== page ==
Evans Says Fed Needs to Do More Than Operation Twist

Federal Reserve Bank President Chalrles L. Evans
Charles L. Evans, president and chief executive officer of the Federal Reserve Bank of Chicago. Photographer: Patrick Fallon/Bloomberg

Federal Reserve Bank of Chicago President Charles Evans said the U.S. central bank didn’t provide enough stimulus last week and called for new easing including more asset purchases to spur economic growth.

“We should be doing more accommodation than what was adopted under the Twist,” he said in Chicago today, referring to the Fed’s June 20 decision to expand its Operation Twist program extending the maturity of bonds on its balance sheet. While the move “has small effects,” Evans said, “its larger effect is that it indicates the Fed is continuing to think more accommodation is important and worthwhile.”

Faced with slower job growth and a deepening debt crisis in Europe, the Federal Open Market Committee expanded its maturity-extension program by $267 billion through the end of the year. Chairman Ben S. Bernanke said at a press conference the Fed is prepared to do more without gains in employment.

“Right off the bat, I’d be willing to do more on the basis of the current data,” Evans, 54, said to reporters at the Chicago Fed. He doesn’t vote on policy this year.

The Chicago Fed president has been among the most vocal advocates for additional easing among central bank officials. Last year he was the only member of the FOMC to dissent in favor of increasing stimulus.

Evans today reiterated his call for policy makers to commit to holding the main interest rate near zero until the unemployment rate falls below 7 percent or inflation rises above 3 percent. He said this would be his first priority, adding that “in the current environment, any amount of additional accommodation is welcome.”

Forecast Growth

Fed officials lowered their forecast for growth and employment after meeting on June 19-20, projecting a jobless rate of at least 7.5 percent by the end of 2013. The central bank is ready to do more to bolster growth and promote “sustained gains in labor market conditions,” the FOMC said.

Bernanke said after the meeting that additional asset purchases are among the steps the Fed would consider. St. Louis Fed President James Bullard said on June 22 that another round of quantitative easing would face a “pretty high hurdle.”

“I’d be willing to support more asset purchases, MBS, in order to provide more accommodation,” Evans said, referring to mortgage-backed securities. “The labor market situation has been completely unsatisfactory.”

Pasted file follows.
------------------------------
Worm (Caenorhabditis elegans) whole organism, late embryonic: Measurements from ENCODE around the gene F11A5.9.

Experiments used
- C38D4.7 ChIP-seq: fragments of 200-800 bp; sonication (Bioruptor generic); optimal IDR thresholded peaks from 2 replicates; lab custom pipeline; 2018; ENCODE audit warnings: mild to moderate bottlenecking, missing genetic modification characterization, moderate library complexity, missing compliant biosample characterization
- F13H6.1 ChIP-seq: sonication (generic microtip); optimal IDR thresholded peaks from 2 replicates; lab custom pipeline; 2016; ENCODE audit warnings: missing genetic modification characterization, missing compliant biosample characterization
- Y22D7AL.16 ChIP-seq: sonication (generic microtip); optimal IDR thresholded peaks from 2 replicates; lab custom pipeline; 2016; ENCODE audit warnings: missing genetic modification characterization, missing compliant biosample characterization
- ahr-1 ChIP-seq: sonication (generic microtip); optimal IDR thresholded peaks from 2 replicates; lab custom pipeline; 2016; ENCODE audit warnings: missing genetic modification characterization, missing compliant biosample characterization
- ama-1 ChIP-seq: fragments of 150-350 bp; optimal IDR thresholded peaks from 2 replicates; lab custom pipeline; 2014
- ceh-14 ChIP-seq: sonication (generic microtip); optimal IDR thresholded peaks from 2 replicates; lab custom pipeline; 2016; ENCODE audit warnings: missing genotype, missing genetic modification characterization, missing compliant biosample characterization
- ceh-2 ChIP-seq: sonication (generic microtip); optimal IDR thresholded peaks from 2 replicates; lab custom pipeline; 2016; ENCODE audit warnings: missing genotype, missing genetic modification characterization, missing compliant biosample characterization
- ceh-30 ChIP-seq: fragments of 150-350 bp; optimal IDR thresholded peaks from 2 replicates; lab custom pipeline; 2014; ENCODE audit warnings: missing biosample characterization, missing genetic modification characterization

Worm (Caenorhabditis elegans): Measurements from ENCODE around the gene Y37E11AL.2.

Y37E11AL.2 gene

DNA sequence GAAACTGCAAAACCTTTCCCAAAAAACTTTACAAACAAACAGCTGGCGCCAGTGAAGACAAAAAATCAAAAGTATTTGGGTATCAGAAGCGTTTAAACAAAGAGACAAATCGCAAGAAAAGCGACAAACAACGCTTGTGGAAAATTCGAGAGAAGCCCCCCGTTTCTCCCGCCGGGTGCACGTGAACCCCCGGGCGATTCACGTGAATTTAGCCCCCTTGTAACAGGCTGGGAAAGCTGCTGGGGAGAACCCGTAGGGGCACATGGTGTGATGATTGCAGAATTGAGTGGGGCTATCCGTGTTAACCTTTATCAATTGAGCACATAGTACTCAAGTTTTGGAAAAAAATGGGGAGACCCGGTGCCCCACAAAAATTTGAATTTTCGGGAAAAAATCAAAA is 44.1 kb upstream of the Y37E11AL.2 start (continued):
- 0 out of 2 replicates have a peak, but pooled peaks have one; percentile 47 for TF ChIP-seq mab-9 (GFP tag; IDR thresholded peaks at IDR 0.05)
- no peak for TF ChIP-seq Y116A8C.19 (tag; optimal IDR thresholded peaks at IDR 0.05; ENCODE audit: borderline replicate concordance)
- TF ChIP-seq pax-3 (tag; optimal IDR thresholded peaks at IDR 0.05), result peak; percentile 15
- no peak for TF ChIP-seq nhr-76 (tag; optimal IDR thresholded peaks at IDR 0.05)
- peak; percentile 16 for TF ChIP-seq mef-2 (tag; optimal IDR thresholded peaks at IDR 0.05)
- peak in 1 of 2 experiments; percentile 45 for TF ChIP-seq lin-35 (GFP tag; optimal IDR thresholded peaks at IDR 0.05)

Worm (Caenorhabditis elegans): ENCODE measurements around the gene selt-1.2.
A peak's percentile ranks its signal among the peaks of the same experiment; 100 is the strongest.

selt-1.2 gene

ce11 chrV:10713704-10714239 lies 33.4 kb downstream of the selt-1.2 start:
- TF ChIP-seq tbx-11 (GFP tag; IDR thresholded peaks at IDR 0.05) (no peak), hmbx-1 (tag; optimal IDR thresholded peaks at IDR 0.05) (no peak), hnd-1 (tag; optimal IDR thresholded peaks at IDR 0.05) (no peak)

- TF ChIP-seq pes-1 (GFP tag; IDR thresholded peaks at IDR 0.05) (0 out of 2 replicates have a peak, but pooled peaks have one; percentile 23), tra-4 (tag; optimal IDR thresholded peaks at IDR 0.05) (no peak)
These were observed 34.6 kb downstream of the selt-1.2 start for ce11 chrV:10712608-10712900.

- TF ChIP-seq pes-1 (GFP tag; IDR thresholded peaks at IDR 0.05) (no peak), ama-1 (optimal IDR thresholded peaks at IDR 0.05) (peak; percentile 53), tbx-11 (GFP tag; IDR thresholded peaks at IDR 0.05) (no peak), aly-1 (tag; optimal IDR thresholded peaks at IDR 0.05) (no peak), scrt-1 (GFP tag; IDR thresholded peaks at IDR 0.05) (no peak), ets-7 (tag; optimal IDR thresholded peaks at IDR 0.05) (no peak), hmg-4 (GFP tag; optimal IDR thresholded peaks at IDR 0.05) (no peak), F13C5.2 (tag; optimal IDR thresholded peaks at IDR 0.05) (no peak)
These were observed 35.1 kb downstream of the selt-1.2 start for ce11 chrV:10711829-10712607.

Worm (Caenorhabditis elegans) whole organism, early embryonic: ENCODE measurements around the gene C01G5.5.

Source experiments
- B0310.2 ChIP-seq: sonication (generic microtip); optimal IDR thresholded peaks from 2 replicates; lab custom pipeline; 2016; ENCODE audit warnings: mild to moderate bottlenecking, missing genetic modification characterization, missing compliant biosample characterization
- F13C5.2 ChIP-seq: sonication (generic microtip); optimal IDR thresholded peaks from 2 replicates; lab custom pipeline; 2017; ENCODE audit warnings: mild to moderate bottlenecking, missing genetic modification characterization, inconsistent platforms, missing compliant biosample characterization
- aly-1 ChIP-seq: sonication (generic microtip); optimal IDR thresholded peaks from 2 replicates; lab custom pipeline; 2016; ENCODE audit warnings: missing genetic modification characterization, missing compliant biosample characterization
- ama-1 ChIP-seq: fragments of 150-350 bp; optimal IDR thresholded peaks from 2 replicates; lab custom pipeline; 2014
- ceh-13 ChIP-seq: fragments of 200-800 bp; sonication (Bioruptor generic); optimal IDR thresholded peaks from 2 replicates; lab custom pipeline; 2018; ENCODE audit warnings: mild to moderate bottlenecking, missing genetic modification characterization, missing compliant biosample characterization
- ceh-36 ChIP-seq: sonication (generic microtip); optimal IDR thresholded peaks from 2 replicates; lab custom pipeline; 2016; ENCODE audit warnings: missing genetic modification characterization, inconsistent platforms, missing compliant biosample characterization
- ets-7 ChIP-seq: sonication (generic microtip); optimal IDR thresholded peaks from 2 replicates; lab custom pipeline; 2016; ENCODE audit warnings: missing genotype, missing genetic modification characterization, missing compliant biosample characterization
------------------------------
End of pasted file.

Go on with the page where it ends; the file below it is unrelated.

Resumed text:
The Fed has bought $2.3 trillion of securities in two rounds of so-called quantitative easing aimed at reducing borrowing costs, spurring economic growth and reviving the job market.

Mixed Outlook

Reports since the Fed meeting have painted a mixed outlook for the economy, with the Philadelphia Fed’s manufacturing index for June tumbling to the lowest level since August. Still, orders for durable goods in May rose for the first time since February and pending home sales rebounded, data showed today.

Stocks rose today as the housing and durable goods data alleviated concerns of a weakening U.S. expansion. The Standard & Poor’s 500 Index increased 1 percent to 1,333.04 as of 12:55 p.m. in New York.

Concern over financial turmoil in Europe is weighing on the economic outlook as Cyprus this week became the fifth euro member state to request a bailout. European Union leaders are meeting in a two-day summit that begins tomorrow.

“Given the downside risks that we’re facing, if there were any substantial downside shocks that we’re hit with over the next six to 12 months, the economy’s not in the best place” to weather those shocks, Evans said. He said he expects annual economic growth of 2 percent to 2.5 percent during the next two years, compared with an earlier forecast of 2.5 percent to 3 percent growth.

Evans has been the district bank’s president since 2007. He represents a region that includes Iowa and most of Illinois, Indiana, Michigan and Wisconsin.

Before it's here, it's on the Bloomberg Terminal. LEARN MORE